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Viva Shark Vegas 

Sharknado: The 4th Awakens hits Sin City; Squidbillies are 'Merica.

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Sharknado: The 4th Awakens
Sunday, July 31 (Syfy)

Movie: Who's joining Ian Ziering and Tara Reid (apparently, the #AprilLives campaign from Sharknado 3: Oh Hell No! worked) this time? David Hasselhoff (Baywatch), Gena Lee Nolin (also Baywatch), Alexandra Paul (again with the Baywatch), Gary Busey (snubbed Donald Trump VP candidate), Cheryl Tiegs (elderly model-shamer), Carrot Top (elderly prop comic), Stacey Dash (pretend Fox News "conservative"), Seth Rollins (WWE 'rassler), Duane Chapman ("Dog" the Bounty Hunter), Vince Neil (Motley Crue), Corey Taylor (Slipknot/Stone Sour), various "personalities" from Bravo reality shows and more from the "Is Pepsi OK?" department of central casting. After chomping on Los Angeles, New York City and Washington D.C., the next logical(?) locale to be hit with a Sharknado is, of course, Las Vegas (don't fret, your town will probably get its turn by Sharknado 16), and now the story ... doesn't matter in the least, duh. [Join TV Tan Podcast for a free—and worth every penny—live screening of Sharknado: The 4th Awakens at Brewvies Cinema Pub, 677 S. 200 West, 21+, on Sunday, July 31 at 6 p.m.]

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2016 Teen Choice Awards
Sunday, July 31 (Fox)

Special: The Teen Choice Awards are voted by kiddies ages 13-17, so can anyone explain the nomination of Jennifer Lopez's barely seen cop serial Shades of Blues for "Choice TV Drama"? Or geezers like Gwen Stefani and Blake Shelton in the music categories? Or R-rated Deadpool for, oh, everything? Technically speaking, these are not "teen" choices, nor are any other nominations recognizable to the writers, and readers, of publications such as this one—if it can't be experienced at an outdoor amphitheater in a $200 camping chair with pinot, brie and a golden retriever within reach, it doesn't exist. The YouTube and Vine "Star" categories, however, make complete sense—expect Nash Grier to clean up at the 2028 Teen Choice Awards for his dramatic work in Chicago A/V, produced by Dick Wolf Jr.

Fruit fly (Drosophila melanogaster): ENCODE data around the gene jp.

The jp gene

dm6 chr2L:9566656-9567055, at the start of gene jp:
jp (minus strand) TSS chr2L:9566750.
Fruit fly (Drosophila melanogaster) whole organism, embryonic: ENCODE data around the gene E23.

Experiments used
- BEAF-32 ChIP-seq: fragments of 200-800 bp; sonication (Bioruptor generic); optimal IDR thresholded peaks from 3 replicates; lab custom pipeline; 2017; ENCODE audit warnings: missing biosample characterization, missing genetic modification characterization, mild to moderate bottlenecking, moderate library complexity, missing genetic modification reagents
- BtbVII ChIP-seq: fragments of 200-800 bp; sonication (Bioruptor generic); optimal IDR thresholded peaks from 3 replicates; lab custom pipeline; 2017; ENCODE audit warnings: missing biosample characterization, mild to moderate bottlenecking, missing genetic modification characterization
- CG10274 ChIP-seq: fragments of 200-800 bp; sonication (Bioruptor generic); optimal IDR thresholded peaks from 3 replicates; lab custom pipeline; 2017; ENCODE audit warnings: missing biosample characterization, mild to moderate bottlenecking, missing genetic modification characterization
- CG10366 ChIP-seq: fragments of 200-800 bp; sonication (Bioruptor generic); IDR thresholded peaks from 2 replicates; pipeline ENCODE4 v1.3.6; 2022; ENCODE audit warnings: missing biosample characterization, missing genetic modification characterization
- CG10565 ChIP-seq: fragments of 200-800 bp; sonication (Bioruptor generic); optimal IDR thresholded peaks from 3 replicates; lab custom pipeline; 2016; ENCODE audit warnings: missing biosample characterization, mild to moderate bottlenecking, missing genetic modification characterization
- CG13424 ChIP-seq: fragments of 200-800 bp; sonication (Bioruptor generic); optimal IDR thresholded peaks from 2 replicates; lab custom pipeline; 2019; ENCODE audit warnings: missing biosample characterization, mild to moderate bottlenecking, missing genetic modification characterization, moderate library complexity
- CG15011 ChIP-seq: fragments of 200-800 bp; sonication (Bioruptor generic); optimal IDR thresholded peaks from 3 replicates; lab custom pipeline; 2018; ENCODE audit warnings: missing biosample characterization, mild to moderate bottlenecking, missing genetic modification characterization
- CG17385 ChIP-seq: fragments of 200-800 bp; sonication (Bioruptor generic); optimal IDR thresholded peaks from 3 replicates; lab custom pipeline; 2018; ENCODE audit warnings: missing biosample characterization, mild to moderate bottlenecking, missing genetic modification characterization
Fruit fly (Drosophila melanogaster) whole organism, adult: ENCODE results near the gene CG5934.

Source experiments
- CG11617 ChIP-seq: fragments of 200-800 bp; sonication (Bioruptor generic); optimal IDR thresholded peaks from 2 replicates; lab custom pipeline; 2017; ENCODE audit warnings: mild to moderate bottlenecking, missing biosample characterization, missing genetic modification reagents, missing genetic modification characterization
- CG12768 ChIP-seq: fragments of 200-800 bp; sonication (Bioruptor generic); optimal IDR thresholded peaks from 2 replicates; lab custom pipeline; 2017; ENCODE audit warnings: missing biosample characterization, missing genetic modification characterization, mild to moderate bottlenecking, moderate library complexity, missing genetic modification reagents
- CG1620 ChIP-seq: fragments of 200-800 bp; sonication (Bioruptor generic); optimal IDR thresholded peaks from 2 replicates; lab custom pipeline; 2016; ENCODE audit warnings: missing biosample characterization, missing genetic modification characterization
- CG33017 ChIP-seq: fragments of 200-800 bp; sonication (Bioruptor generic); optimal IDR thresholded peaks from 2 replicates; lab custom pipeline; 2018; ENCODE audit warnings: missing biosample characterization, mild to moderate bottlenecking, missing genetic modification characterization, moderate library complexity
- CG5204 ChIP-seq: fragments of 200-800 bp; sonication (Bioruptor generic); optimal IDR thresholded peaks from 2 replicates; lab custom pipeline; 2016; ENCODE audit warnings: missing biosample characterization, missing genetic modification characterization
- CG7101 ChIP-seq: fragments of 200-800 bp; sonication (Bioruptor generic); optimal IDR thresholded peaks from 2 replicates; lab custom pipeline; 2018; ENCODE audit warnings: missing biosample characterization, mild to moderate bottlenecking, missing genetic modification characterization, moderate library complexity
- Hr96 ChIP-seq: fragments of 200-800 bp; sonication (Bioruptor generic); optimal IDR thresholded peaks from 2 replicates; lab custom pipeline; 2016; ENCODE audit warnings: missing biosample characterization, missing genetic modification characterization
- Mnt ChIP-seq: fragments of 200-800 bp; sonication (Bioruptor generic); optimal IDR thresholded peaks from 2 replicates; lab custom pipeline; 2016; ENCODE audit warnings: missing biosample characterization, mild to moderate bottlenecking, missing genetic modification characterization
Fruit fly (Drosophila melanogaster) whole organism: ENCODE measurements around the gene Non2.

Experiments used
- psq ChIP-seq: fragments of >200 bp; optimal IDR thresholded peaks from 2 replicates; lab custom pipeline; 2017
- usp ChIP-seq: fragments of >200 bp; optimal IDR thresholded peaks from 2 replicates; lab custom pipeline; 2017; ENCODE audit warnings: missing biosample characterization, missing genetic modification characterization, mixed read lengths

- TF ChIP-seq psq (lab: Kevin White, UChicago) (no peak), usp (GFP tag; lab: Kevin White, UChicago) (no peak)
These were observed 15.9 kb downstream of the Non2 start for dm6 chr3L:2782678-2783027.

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Squidbillies
Sundays (Adult Swim)

New Season: Both Squidbillies and Duck Dynasty premiered for their respective 10th seasons this month, just a week ahead of the 2016 Republican National Convention—coincidence? All three represent modern 'Merican (note, not necessarily American) values: God, guns, gumption, general rejection of science, facts and reality. But, while one is a tedious, worn-out, idea-depleted show about a crew of self-absorbed fakes who are only in it for the money, and so is Duck Dynasty, Squidbillies remains a vital, instructive window into the soul and "thoughts" of Redneckia, USA, whether it resides in the deep south, your neighborhood Wal-Mart, or those "Hussein Obama" emails your parents keep forwarding. These characters are among us ...

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Ghost Hunters
Wednesday, Aug. 3 (Syfy)

Season Premiere: ... and they watch Ghost Hunters, guaranteed. This is the Season 11 premiere—11! Over a decade of finding no ghosts! Would you be able to keep your job if you produced zero results in that timespan? (No need to answer that, chiropractors and TV critics.) Like Finding Bigfoot (still not "found") and Keeping Up With the Kardashians (nothing ever happens to "keep up with"), Ghost Hunters is an explicably long-running reality series that spawns even-worse imitators every year and ... wait ... did you hear that? I'm sensing something over there in the corner! Let me turn on my EMF meter ... hmmm, it's not picking up anything ... BECAUSE GHOSTS DON'T EXIST! HUNT OVER! JUST! STAHP! Oh, this is the final season? I'm off to see my chiropractor, then.

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Stranger Things
Streaming (Netflix)

New Series: I could use the "There's Too Many Shows" excuse yet again for letting the premiere of Stranger Things slip by me—but it stars Winona Ryder, so the whole incident is just unforgivable. This retro-creepy fright fest throws Steven Spielberg, Stephen King and a dizzyingly giddy amount '80s horror-flick references into a blender and hits "purée," becoming progressively scarier as episodes roll out. Ryder plays—and occasionally overplays, but NBD—a grief-stricken Indiana mom holding out hope that her missing teen son might be found, but Stranger Things isn't just her story: There's also a Goonies-worthy troupe of misfit kids, a telekinetic girl, a government conspiracy, a flesh-eating monster, a parallel dimension and ... well, you should be all-in, or completely out, by now. Note that this will be the one and only time I'll ever recommend '80s revivalism.

Listen to Frost Mondays at 8 a.m. on X96 Radio From Hell, and on the TV Tan podcast via Stitcher, iTunes, Google Play and BillFrost.tv.

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